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Please scroll down the page to see a gallery of photos of Schwika bears, other soft toys and identification tags.

The Beginning:

After returning from  WW2 Karl SchwIngenschlögl set up a business in his cellar in Graz with his younger brother and sister first making small doll figures from old army clothes.

Karl Schwingenschlögl was a teacher by profession and returned to this leaving the running of the business to his siblings.  He spent his free time looking for prospective customers and in the school holidays attended fairs throughout Austria to sell his products and find new buyers.  He married twice, both his wives were German and both worked at sometime in the business.

A Cottage Industry:

Although production increased into bears and later other soft toys mostly of good quality, the business remained basically a cottage industry.  The young workers, however, served apprenticeships alongside those from Fechter and Schenker in the technical college.

Schwika Bears:

The bears are very similar to those of Fechter possibly because the apprentices trained together and swapped ideas, also some of the workers changed factories taking their own ideas and style with them.

The Schwika version of ‘Teddy baby ‘is slightly different to that of its Fechter counterpart.   Both have the open mouth but whereas the Fechter bear is fully jointed the Schwika bear has jointed legs and arms that are poseable with an inner wire.  It is also freestanding giving it a somewhat different look.  It came originally with a little apron and a dummy, not easy to find complete these days especially as Schwika bears in general are hard to find, even in Austria.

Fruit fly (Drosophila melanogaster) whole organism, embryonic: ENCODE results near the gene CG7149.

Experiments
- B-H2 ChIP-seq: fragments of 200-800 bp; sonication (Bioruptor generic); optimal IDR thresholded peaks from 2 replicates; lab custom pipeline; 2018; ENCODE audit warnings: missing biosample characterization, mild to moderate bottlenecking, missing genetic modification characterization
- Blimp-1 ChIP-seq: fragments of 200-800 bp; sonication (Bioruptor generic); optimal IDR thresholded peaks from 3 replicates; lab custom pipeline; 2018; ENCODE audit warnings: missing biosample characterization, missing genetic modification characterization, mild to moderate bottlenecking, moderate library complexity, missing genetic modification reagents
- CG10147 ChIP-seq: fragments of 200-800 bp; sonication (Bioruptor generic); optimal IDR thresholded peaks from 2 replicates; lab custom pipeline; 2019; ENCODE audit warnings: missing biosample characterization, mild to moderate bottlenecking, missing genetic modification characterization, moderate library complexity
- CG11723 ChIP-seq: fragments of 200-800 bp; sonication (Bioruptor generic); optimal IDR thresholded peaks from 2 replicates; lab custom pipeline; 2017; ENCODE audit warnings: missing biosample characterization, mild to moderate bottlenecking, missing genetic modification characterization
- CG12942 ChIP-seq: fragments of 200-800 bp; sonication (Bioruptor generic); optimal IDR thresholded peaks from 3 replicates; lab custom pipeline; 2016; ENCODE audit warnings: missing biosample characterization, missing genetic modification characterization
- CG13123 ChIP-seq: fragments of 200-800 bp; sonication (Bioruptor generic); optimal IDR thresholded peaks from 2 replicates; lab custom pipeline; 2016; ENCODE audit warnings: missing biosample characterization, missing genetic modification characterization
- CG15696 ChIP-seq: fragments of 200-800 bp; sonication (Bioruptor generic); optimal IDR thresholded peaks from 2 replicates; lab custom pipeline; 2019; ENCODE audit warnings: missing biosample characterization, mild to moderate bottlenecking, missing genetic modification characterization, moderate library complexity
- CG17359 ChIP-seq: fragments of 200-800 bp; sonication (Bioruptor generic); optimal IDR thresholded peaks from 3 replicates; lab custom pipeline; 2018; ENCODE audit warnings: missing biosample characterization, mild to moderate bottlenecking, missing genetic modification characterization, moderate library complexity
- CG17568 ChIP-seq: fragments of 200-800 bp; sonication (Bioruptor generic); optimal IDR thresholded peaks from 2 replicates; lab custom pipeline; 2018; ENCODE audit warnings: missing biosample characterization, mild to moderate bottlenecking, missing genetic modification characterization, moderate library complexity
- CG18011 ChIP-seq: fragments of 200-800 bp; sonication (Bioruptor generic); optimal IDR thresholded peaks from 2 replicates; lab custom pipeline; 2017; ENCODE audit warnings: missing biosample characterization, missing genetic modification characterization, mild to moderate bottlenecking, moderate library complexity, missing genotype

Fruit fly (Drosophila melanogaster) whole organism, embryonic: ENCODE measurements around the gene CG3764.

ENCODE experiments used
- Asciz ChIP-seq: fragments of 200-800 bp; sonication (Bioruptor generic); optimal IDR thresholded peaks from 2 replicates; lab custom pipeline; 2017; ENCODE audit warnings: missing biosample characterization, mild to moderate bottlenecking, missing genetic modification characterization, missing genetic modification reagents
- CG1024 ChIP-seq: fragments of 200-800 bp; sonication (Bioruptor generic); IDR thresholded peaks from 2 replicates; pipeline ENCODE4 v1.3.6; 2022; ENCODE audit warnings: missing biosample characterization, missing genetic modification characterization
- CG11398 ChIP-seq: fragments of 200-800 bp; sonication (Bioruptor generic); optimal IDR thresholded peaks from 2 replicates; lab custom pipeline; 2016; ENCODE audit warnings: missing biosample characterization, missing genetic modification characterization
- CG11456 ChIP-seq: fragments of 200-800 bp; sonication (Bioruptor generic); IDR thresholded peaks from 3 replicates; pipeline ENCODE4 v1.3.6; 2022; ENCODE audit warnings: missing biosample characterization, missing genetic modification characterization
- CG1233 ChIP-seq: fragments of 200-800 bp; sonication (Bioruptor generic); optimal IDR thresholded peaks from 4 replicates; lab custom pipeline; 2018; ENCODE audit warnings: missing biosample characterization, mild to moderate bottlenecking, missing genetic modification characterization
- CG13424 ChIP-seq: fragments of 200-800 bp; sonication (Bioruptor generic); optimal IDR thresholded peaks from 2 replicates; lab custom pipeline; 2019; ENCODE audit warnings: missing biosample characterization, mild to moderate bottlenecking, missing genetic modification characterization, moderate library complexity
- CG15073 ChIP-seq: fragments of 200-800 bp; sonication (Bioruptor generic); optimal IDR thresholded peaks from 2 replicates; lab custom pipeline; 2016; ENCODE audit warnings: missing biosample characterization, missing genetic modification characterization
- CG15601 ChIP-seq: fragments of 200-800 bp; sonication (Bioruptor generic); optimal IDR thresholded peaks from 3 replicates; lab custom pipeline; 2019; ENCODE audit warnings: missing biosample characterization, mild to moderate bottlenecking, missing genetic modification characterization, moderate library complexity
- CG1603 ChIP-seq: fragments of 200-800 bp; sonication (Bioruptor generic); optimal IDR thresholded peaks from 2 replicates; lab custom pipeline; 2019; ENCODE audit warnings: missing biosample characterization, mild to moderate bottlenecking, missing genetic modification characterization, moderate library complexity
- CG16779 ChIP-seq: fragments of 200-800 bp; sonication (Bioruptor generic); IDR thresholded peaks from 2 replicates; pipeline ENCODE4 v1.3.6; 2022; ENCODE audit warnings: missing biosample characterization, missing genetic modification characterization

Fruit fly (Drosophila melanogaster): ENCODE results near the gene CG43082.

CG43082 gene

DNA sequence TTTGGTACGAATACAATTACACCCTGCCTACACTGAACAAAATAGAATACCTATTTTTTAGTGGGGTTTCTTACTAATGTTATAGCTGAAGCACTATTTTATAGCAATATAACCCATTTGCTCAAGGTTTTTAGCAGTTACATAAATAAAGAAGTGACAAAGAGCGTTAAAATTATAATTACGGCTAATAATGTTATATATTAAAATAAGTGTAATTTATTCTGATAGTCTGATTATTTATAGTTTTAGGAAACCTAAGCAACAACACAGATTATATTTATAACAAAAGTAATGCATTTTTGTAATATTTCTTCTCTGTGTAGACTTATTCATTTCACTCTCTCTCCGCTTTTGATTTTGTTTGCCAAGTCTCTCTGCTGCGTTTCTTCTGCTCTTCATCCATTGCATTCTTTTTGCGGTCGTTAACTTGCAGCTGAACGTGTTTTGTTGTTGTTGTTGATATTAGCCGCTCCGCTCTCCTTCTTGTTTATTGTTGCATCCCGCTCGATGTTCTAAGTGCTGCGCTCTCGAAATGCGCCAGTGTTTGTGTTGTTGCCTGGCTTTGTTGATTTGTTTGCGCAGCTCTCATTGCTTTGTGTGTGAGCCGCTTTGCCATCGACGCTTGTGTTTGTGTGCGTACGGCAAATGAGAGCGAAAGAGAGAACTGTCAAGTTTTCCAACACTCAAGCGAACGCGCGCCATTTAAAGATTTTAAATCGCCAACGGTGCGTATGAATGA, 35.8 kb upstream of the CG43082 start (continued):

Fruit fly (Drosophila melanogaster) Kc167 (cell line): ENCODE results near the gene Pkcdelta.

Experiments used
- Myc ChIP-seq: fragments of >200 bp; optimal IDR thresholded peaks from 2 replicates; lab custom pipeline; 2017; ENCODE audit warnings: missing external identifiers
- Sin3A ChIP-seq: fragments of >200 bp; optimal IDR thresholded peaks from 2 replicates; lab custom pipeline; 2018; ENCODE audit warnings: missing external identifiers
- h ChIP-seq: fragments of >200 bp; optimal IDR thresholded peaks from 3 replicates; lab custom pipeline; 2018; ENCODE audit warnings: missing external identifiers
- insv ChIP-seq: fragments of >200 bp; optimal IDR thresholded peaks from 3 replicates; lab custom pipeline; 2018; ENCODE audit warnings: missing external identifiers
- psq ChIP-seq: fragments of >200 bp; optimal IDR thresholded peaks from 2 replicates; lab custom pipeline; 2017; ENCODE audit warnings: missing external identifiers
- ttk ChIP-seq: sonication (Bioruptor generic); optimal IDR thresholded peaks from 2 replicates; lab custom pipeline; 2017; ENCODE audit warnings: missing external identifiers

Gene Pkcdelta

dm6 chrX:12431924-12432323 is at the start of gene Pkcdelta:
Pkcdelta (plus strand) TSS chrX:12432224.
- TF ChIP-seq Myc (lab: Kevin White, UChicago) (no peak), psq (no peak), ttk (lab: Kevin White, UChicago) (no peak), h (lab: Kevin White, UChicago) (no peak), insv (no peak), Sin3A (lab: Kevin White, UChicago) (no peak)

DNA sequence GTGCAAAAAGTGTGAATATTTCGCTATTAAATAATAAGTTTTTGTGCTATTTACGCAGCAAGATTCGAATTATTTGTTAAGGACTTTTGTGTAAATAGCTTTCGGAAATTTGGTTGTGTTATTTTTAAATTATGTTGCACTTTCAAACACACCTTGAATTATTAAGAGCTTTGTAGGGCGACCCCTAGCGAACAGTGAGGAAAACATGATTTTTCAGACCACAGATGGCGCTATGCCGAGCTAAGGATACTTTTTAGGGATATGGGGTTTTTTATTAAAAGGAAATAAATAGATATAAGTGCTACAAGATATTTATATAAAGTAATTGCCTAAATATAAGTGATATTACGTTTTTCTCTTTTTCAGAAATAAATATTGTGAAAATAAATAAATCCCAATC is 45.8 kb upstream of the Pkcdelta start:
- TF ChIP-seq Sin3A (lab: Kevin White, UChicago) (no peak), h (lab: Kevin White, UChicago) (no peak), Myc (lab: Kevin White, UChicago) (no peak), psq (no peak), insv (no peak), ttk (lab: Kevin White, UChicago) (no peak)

Schwika had only one form of ID from the start that being a metal seal imprinted ’Pluschtiere Schwika Graz’ attached to a red cord, always found in the [usually the left] ear of teddies but attached in different places on other items.  Having been worried about complaints from Steiff saying this was an ID too similar to theirs, Karl Schwingenschlögl consulted his lawyer who assured him there would be no case to answer as this was a seal and not a button like Steiff used.

End of an Era:

Karl Schwingenschlögl retired in 1974 and that marked the end of production.  With the increase of cheap imports from the far east and given the small size of the business there was no interest from anyone to take it on.  Any stock left over was sold off but the patterns and some unused materials remain in Graz to this day.

Click on the pictures to enlarge:

'Schwika' Teddy Baby with ID

One of the earliest items made by Schwika complete with ID

A young lion by Schwika

Three Schwika animals all with ID

The 'Schwika' identification seal

Schwika Rabbit'Baby' with apron and handkerchief

Schwika Elephant with ID

Another slightly larger Schwika Elephant with ID

The cutest Schwika Tabby Cat with ID

Closed mouth Schwika Teddy with ID

Schwika Duckling with ID